The Maids and Triomphe

Screen icons Cate Blanchett and Isabelle Huppert
Australia's Sydney Theatre Company The Maids by Jean Genet, brought to New York by Lincoln Center, begins with the maids Claire and Solange dressing up in their employer’s gowns and perfume and dancing to Nico's I'll Be Your Mirror. It’s a dreamy start to the 90-minute avant-garde classic played without intermission that continues to build all the way through.

Cate Blanchett and Isabelle Huppert are, unimaginably, the maid sisters. Tall Elizabeth Debicki is the self-dramatizing mistress, who one moment promises her servants, “Some day I’ll leave everything to you,” and in the next moment forgets their names, based on a true story.

The younger of the sisters, Claire, is the magic Cate Blanchett, a lioness. She bellows, frolics, and then curls into an exhausted fetal state. She isn't capable of defending herself, much less committing murder. It comes as no surprise that the naughtiest of the two sisters, Solange, is Isabelle Huppert, whose mischief is well-known from French cinema. Onstage her energy is unstoppable, and she is both coltish and graceful. Many have commented on her strongly French-accented English. We understood her and found her delivery haunting.

When the mistress is home, Blanchett and Huppert are such great actresses that they are convincingly servile and in awe of her. For her part, Australian newcomer Debicki holds court with aplomb. Much has been made of this production using a younger rather than older mistress. To us, the three seemed relatively the same age, which gave the old play (1947) a new twist.

When the mistress arrives, we see the video monitor as she gets into the elevator and the maids scramble to clear up the mess. The constant video projection was distracting, though sometimes used comically – we can watch as, in the kitchen, poison is mixed into the mistress’s tea. Glass walls surround the lavish bedroom and a long rack of countless gowns, color coordinated, and bowls of cut flowers create a bubble of excess – a suffocating world. It was unnecessary, because we felt trapped already. These women are captivating all on their own.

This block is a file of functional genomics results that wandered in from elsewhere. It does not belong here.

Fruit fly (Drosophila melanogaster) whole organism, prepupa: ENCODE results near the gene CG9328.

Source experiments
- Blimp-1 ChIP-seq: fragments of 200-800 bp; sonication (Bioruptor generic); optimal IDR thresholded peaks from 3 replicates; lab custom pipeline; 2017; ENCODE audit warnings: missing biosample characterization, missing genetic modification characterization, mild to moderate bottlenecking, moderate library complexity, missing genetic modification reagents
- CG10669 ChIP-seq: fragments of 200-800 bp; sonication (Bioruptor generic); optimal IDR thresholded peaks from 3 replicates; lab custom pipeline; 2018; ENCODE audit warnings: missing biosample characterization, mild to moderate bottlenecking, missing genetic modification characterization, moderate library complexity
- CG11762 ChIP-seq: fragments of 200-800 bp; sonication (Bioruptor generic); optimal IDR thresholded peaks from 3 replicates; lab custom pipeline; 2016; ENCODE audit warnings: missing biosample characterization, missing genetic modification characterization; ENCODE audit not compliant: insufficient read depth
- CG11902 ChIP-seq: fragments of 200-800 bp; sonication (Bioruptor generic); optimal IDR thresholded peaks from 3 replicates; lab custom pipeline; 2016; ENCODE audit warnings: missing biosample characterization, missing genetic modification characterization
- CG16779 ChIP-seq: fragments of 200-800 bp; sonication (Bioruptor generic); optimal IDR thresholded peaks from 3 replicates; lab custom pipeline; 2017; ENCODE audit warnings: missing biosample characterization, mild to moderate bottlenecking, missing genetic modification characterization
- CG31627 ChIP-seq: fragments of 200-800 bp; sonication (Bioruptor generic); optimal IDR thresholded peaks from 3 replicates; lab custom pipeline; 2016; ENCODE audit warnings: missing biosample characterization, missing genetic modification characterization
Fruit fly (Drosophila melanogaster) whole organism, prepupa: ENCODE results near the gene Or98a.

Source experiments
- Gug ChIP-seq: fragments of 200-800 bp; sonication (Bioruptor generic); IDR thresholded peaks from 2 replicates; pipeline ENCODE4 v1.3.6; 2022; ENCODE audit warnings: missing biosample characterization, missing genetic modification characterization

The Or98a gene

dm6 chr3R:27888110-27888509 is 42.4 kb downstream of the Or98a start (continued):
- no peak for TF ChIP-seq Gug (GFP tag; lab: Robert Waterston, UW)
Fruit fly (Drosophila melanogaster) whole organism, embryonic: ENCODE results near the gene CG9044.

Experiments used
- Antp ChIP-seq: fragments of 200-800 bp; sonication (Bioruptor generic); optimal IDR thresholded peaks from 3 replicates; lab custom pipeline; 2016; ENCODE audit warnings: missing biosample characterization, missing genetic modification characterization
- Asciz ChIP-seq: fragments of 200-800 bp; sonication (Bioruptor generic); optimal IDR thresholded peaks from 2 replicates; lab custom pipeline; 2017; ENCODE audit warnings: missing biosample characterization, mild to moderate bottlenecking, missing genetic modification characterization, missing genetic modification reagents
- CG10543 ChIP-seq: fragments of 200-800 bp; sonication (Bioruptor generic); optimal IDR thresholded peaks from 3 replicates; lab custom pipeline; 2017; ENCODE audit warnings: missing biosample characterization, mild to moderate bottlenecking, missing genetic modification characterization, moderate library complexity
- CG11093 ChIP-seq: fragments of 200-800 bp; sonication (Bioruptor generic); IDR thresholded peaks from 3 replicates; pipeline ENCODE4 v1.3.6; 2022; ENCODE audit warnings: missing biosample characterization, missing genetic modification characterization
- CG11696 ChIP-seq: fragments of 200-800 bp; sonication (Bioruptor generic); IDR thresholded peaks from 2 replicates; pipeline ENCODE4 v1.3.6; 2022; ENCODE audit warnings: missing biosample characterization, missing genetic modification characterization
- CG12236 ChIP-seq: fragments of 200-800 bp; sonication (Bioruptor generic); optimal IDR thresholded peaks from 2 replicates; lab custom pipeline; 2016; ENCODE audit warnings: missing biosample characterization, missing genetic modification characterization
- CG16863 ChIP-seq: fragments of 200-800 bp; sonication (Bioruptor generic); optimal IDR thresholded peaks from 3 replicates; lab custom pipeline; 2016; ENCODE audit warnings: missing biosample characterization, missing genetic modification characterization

Florian Wehrli in his rooftop garden
Swiss star chef Florian Wehrli's good reputation precedes him. On the top of his restaurant in the Iroquois Hotel, he has a massive organic garden that grows red peppers, yellow tomatoes, potatoes, flowers, over thirty herbs. It's like the Garden of Eden, with the Chrysler building in the background.  "Taste this." He broke off a leaf. "It's stevia, a hundred times sweeter than sugar. I'm trying to figure out how to use it in a dish."

At Triomphe, the intimate restaurant downstairs, he serves food that is known for perfectionist beauty. His food is beautiful without seeming fussy or over-handled. If there's another quality besides taste that we could pin to Florian's edge it is crispness. Scallops in a crisp almond crust. Beef Wellington in a crunchy en croûte of bread instead of the traditional pastry. The gazpacho had crispness in micro minced peppers (grown on the roof) and the crunch of dried onion pieces. Crème brûlée, with perfect burnt shell, comes in "three mysterious flavors." The maître d' checks in to see if you guessed before he'll tell you what they are. Ours were bay leaf, raspberry, and toasted coconut, and we were only able to guess one. But when he told us, the other flavors rang out.